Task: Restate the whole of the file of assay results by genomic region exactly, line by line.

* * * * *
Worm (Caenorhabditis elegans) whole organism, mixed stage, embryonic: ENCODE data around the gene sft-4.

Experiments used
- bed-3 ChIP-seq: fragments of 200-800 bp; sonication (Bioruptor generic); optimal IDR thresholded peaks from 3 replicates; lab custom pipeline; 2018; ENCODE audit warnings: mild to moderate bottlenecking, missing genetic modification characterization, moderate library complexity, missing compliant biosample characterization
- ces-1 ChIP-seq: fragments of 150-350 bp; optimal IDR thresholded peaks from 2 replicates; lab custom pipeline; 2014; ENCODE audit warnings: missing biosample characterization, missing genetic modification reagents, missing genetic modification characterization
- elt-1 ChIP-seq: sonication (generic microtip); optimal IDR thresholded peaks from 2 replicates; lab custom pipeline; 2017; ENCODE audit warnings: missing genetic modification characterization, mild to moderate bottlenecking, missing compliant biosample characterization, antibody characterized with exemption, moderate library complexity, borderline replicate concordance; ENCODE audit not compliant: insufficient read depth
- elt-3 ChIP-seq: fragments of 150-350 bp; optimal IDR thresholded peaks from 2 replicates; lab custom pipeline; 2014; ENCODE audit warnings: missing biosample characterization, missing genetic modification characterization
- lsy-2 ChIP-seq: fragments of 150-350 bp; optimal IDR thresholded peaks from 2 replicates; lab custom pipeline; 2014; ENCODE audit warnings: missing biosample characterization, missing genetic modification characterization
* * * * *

Worm (Caenorhabditis elegans) whole organism, mixed stage, embryonic: ENCODE data around the gene sft-4.

Experiments used
- bed-3 ChIP-seq: fragments of 200-800 bp; sonication (Bioruptor generic); optimal IDR thresholded peaks from 3 replicates; lab custom pipeline; 2018; ENCODE audit warnings: mild to moderate bottlenecking, missing genetic modification characterization, moderate library complexity, missing compliant biosample characterization
- ces-1 ChIP-seq: fragments of 150-350 bp; optimal IDR thresholded peaks from 2 replicates; lab custom pipeline; 2014; ENCODE audit warnings: missing biosample characterization, missing genetic modification reagents, missing genetic modification characterization
- elt-1 ChIP-seq: sonication (generic microtip); optimal IDR thresholded peaks from 2 replicates; lab custom pipeline; 2017; ENCODE audit warnings: missing genetic modification characterization, mild to moderate bottlenecking, missing compliant biosample characterization, antibody characterized with exemption, moderate library complexity, borderline replicate concordance; ENCODE audit not compliant: insufficient read depth
- elt-3 ChIP-seq: fragments of 150-350 bp; optimal IDR thresholded peaks from 2 replicates; lab custom pipeline; 2014; ENCODE audit warnings: missing biosample characterization, missing genetic modification characterization
- lsy-2 ChIP-seq: fragments of 150-350 bp; optimal IDR thresholded peaks from 2 replicates; lab custom pipeline; 2014; ENCODE audit warnings: missing biosample characterization, missing genetic modification characterization